Hedrick Smith won the Pulitzer Prize for international reporting for his stories about Russia in the early 1970s, when he was the Moscow bureau chief for the New York Times. After he returned to the U.S., he described his many encounters with ordinary Russians in their homes, at restaurants and factories and on trains, in “The Russians.”His book was translated into 16 languages.
Now Smith has turned the tables. “I’m covering America as a foreign correspondent would cover it,” he said, discussing his latest book in a telephone interview. “I could have called it ‘The Americans.’ ”
“Martin Luther King, Jr. and the American Dream Today”
Hedrick Smith covered Martin Luther King Jr. during the civil rights movement of the 1960s at racial hotpots lsuch as Birmingham and Albany, Ga., and at the March on Washington. In this lecture, he tells personal recollections of Dr. King and relates the lessons of the civil righrts movement and other grass roots movements of the 1960s and ’70s, to America’s current problems of gaping income inequalities and a polarized political system beholden to wealthy special interests.
As given upon the occasion of Martin Luther King, Jr. Day, January 20, 2014
Congressional Republicans like to talk about creating jobs and growing the economy. With the government shutdown and rigid spending cuts, however, Congress created a fiscal drag that cost the economy a full percentage point of economic growth in 2013.
Now, Congressional Republicans are again digging in their heels against measures that would ramp up the economy and generate jobs. It’s time for Congress to take a refresher course in growth economics — the economic forces and programs that power U.S. growth.
As President Barack Obama barnstorms the country, he should be making the argument that it is not only fair, but smart growth economics to raise the minimum wage, extend unemployment benefits and reduce income inequality. These steps will help accelerate economic recovery this year above its anemic 1.9 percent growth rate in 2013.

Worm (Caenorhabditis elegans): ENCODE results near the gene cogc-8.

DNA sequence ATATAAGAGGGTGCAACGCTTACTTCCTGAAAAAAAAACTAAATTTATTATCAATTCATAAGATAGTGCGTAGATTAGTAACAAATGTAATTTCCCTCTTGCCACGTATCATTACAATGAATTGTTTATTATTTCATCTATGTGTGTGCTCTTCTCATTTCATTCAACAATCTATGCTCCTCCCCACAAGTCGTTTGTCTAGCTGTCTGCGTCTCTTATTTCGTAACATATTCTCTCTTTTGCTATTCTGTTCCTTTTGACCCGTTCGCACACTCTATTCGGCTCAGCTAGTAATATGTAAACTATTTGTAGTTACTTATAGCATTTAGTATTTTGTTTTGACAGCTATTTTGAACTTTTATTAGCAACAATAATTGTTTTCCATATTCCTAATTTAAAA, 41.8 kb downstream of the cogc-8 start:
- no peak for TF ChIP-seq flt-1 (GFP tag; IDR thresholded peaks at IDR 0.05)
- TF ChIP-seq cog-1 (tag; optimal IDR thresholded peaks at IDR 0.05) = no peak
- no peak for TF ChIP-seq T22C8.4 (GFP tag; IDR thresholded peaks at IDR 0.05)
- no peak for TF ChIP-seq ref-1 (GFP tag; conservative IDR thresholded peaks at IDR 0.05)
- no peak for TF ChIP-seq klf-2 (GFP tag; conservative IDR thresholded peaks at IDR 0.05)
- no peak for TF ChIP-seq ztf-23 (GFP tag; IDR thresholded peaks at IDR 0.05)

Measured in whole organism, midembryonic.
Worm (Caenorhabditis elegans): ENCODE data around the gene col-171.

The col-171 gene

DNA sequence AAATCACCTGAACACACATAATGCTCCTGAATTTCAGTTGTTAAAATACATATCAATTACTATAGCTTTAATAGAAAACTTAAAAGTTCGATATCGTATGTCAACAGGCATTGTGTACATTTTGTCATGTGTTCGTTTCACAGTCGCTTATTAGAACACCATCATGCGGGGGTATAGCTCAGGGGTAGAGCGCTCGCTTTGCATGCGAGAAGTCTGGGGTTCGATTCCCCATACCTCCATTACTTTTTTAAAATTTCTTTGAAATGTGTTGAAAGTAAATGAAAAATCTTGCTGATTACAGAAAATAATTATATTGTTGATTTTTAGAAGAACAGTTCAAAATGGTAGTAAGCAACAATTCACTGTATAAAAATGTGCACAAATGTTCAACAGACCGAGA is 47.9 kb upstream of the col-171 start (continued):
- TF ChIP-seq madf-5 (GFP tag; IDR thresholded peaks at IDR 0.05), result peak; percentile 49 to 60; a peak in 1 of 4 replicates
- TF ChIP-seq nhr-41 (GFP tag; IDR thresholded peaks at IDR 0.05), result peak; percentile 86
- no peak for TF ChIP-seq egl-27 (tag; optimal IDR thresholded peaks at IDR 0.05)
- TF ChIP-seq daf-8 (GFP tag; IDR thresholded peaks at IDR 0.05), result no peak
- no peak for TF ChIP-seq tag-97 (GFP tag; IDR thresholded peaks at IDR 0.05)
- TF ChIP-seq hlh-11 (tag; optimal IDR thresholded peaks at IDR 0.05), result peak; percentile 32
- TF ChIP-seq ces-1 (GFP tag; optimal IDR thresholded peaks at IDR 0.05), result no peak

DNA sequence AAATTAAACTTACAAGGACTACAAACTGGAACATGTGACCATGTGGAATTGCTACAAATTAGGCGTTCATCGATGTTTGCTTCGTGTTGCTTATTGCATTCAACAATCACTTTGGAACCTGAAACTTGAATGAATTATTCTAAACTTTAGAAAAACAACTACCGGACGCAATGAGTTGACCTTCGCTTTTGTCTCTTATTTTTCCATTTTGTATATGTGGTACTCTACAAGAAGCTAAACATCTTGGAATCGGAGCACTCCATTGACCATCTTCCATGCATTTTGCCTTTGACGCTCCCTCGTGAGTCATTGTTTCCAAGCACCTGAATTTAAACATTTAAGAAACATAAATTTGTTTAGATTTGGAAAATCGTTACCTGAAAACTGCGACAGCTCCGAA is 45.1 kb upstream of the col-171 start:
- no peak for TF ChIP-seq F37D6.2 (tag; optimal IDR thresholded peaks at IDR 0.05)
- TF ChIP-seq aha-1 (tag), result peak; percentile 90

As first publish by the Los Angeles Times on January 7, 2014.
By Hedrick Smith
The narrowly approved contract agreement between Boeing and its Washington state workforce will be hailed by some as a victory for the canny, hardball brinkmanship of Boeing’s management and the knuckle-under economic pragmatism of the International Machinists Union.
But the steep cutbacks in retirement and health benefits that tens of thousands of Boeing workers were forced to swallow have far larger implications for middle-class America.
Boeing’s stingy treatment of its highly skilled workforce offers a vivid example of how America’s new economy has created gaping economic inequalities and steadily squeezed the economic life out of the U.S. middle class over the last three decades, even as corporate profits and CEO pay have skyrocketed.
Boeing’s case epitomizes that sharp economic divide. For just as the company was wringing concessions from its workers, its board of directors approved a 50% increase in the company’s stock dividend and a $10-billion stock buyback that will richly reward investors and executives who get paid in Boeing shares.